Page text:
Wednesday, 17 December 2014

(S – I) = (G – T) + (X – M)?

Frances Coppola describes the above as her “favourite equation”. I think the equation has problems. Re the letters / symbols:
S = Private sector saving.
I= Private sector investment.
G= Government spending.
T=Government income, i.e. tax.
X =Exports.

One problem with the equation is that there is no sharp dividing line between “I” (investment) and current spending. To illustrate, if I buy something that will last a year, is that an “investment”? Or does it have to last two years, three years or what?

And if the dividing line is one year, that implies that if I buy something that will last 360 days that’s not an investment, so (S-I) remains unchanged, whereas if I buy something that will last 370 days, then (S-I) is reduced by the amount of the “investment”. That is clearly a nonsense.

Worse still, if someone buys bonds in some domestic (i.e. not foreign) corporation, that counts as an “investment” as per normal use of the English language, but the flow of money there remains entirely within the domestic private sector, so there’s no change to G-T or X-M. Yet if that purchase of bonds counts as an investment, then S –I changes. A self-contradiction.

I suggest the equation is better written as S=(G-T)+(X-M), where all symbols refer simply to movements of cash. E.g. S is simply “domestic private sector” savings or accumulations of cash. Also, (X-M) is not “trade balance” as is often suggested: it’s movements of cash in payment for exports and imports (not quite the same thing).


P.S. (1st Jan 2015). If you think I’ve got my knickers in a twist over this, you’d be right. But getting all the definitions (of S,I,G,T etc) right is not easy: JKH devotes 17,000 words to the above simple equation. I’ll try to sort it out in about one hundredth that number of words. Here goes.

As JKH rightly points out, “(S – I) is the saving delivered from outside the private sector; (I) corresponds to saving delivered from within it.” Thus as far as sectoral balances go, “I” is irrelevant: it’s a movement of assets WITHIN a particular sector – the domestic private sector. So in that case, the equation might as well be written S=(G-T)+(X-M), where S is defined as something like “net accumulation of assets by the domestic private sector from the government  and foreign sectors during some given period”.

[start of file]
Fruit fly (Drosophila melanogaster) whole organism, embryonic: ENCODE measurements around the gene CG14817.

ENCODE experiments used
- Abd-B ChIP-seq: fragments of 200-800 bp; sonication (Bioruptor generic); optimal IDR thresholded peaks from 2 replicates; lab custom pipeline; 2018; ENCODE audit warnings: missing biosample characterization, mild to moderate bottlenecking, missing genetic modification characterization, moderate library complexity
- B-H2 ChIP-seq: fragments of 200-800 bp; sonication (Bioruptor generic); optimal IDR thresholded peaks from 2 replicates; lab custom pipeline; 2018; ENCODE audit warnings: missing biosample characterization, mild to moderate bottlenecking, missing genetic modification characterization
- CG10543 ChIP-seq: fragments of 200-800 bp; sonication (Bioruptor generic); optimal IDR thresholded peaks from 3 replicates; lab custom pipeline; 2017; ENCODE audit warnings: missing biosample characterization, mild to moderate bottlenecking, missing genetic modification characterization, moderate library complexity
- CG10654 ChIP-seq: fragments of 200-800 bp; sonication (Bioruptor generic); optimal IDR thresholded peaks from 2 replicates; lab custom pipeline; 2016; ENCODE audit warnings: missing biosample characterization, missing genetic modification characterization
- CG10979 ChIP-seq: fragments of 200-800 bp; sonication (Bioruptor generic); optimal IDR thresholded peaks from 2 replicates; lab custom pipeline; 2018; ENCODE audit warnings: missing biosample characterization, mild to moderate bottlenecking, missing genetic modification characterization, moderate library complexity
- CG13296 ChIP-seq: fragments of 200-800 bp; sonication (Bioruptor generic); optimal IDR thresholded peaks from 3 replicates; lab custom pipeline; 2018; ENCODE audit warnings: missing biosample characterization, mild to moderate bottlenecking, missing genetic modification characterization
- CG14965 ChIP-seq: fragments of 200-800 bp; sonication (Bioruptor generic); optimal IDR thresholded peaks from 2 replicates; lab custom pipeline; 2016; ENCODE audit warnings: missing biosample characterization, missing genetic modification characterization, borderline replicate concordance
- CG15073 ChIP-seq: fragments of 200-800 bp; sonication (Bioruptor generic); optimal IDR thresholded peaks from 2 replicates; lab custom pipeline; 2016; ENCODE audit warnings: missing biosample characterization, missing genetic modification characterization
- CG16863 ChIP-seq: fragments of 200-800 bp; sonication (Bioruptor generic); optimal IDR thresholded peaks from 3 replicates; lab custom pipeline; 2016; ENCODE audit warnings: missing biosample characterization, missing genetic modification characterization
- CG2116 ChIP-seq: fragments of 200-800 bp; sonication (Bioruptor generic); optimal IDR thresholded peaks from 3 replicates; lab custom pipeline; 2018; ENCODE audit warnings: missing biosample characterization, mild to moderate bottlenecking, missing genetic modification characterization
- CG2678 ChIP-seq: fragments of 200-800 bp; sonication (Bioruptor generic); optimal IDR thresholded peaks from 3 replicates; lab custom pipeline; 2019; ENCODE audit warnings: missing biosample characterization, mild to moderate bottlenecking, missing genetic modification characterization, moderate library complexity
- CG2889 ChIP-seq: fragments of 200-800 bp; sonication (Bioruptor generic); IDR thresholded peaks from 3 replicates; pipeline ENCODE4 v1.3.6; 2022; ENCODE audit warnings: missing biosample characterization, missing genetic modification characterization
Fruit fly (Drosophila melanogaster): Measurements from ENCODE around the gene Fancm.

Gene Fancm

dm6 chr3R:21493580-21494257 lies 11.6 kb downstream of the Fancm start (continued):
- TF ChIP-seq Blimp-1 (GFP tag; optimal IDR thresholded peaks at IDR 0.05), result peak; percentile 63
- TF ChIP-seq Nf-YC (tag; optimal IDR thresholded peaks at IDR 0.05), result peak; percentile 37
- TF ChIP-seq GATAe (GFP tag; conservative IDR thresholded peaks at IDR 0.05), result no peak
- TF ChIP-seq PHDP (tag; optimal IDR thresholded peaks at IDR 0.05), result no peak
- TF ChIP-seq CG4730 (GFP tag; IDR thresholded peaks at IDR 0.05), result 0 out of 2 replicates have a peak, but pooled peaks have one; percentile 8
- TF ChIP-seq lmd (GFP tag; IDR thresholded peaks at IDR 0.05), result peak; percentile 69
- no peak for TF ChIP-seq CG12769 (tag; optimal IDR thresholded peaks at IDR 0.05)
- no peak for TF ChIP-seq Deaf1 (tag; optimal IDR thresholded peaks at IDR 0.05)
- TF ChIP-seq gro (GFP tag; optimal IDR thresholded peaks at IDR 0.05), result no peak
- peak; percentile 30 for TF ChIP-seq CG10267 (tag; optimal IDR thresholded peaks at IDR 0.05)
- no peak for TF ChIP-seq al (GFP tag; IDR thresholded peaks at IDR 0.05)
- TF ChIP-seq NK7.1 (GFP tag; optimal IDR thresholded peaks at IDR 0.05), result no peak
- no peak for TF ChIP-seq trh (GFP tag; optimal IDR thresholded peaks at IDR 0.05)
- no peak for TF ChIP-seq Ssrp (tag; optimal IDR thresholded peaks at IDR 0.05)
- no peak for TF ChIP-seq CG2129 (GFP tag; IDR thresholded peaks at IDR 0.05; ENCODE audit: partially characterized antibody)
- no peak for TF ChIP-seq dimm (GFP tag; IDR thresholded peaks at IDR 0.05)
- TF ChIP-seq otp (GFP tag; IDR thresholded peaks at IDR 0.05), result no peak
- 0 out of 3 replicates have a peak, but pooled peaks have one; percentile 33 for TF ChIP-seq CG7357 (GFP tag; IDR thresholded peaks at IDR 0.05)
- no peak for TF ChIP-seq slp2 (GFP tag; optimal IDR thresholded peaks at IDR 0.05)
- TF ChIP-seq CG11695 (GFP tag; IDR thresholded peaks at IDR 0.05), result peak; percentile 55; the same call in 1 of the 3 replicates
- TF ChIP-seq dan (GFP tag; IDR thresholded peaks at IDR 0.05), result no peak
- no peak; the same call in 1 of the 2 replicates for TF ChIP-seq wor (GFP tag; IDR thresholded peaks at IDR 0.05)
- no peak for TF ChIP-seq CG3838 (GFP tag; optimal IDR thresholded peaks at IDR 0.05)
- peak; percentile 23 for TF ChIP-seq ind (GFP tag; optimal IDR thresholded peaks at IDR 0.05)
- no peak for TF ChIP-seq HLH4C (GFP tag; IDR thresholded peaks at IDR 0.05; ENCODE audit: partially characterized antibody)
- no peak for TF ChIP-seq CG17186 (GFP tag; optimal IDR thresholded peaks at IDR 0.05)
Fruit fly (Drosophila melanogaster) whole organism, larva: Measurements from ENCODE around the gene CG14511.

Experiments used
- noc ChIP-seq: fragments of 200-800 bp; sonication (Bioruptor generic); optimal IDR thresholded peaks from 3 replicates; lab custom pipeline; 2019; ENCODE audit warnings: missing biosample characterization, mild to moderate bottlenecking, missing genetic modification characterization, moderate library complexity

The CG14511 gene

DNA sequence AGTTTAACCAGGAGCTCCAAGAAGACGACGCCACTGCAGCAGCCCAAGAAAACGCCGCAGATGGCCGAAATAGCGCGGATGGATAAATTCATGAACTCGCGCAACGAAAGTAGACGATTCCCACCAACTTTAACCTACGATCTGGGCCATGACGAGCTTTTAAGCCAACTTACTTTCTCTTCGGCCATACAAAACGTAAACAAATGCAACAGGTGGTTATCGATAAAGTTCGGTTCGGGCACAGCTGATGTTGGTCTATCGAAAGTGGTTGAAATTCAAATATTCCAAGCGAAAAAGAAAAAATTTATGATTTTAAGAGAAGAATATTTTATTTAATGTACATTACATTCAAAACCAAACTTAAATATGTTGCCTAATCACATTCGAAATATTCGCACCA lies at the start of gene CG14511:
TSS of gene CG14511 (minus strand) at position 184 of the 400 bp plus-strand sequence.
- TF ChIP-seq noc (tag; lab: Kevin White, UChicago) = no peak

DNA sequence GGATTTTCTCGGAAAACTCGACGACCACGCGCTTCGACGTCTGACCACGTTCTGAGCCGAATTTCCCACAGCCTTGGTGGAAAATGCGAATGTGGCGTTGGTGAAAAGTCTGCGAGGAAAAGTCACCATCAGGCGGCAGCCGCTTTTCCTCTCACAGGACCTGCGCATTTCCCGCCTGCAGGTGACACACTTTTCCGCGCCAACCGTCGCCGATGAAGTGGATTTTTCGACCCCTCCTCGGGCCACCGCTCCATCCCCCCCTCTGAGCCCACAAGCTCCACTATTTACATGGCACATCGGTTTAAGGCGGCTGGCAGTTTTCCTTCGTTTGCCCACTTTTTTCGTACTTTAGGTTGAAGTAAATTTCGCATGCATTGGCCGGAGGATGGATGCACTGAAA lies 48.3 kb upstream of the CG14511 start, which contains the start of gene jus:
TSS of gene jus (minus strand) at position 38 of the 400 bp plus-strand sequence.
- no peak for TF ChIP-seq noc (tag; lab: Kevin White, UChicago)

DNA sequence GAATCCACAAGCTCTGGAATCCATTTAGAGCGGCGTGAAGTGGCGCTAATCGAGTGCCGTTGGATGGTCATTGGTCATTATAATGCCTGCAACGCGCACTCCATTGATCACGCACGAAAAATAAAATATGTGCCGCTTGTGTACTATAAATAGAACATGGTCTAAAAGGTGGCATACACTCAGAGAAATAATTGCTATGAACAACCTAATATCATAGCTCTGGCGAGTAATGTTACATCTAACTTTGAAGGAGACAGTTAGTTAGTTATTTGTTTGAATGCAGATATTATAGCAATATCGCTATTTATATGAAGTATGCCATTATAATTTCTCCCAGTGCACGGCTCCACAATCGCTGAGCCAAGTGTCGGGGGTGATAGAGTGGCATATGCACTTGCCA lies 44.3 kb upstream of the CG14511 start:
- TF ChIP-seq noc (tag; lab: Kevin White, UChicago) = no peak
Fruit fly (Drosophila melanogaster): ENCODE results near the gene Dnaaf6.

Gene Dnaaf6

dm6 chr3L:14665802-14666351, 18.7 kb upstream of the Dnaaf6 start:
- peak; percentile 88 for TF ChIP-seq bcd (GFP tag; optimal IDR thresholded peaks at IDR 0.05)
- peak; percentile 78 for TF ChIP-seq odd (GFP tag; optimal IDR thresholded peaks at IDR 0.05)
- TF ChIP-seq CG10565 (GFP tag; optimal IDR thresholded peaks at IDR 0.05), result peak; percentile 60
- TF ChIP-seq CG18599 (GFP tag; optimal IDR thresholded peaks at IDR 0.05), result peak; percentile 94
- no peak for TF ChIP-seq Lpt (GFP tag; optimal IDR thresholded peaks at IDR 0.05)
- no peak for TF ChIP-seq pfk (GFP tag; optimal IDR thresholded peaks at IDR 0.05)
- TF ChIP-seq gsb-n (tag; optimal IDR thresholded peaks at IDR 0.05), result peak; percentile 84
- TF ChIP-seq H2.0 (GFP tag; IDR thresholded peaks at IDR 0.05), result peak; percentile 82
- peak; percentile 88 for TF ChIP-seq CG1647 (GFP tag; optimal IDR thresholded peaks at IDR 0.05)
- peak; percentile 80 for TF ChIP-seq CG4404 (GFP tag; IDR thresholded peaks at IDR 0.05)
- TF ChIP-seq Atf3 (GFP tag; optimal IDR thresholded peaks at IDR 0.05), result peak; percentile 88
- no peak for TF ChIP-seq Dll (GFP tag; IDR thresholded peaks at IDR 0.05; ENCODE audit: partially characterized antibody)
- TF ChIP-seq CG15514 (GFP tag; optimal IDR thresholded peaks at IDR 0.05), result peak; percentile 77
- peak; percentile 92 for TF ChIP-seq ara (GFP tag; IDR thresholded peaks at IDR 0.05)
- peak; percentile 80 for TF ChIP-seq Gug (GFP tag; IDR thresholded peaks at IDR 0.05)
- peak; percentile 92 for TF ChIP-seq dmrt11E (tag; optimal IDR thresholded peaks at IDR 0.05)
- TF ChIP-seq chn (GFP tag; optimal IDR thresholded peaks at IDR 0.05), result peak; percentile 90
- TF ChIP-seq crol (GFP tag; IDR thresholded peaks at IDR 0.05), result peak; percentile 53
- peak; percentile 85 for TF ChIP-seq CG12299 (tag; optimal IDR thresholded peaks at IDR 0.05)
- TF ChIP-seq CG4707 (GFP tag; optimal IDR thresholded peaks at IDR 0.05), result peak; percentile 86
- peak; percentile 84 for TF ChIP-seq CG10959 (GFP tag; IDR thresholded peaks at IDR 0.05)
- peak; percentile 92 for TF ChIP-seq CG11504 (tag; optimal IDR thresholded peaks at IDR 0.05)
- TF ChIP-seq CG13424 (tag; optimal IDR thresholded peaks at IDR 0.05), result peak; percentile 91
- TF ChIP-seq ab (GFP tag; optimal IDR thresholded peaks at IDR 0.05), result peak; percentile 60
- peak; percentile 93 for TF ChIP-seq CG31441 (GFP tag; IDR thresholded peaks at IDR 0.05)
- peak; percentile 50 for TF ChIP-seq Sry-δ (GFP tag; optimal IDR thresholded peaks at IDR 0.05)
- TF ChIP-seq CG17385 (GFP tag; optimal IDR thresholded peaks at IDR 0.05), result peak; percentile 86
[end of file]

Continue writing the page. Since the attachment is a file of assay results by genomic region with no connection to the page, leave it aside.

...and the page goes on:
1. "if I buy something that will last 370 days, then (S-I) is reduced by the amount of the “investment” "
    Nope. Reclassifying part of C as I increases both S and I by the same amount. So S-I is unchanged.

    1. Is this a better answer to my 360/370 day point?

      “I” does not represent investment quite as the word is normally understood (machinery, buildings, etc). It represents “net accumulation of goods during the relevant period” and that will obviously include investment in the “machinery etc” sense, but it also represents CONSUMABLE items (e.g. oil for central heating) purchased during the relevant period, but not used.

      Thus my 360/370 day point is irrelevant because the relevant number of days is the length of the period under consideration, which can be anything: one week, one month, two years, etc.

      If the equation is re-arranged like this S=I+(G-T)+(X-M), it makes more sense. It’s saying that private sector saving over some period equals, 1, net accumulation of goods / assets over the period (i.e. goods bought less goods consumed), plus 2, flows of cash from government to the private sector net of tax, plus 3, flows of cash from the foreign sector net of imports.


Post a comment.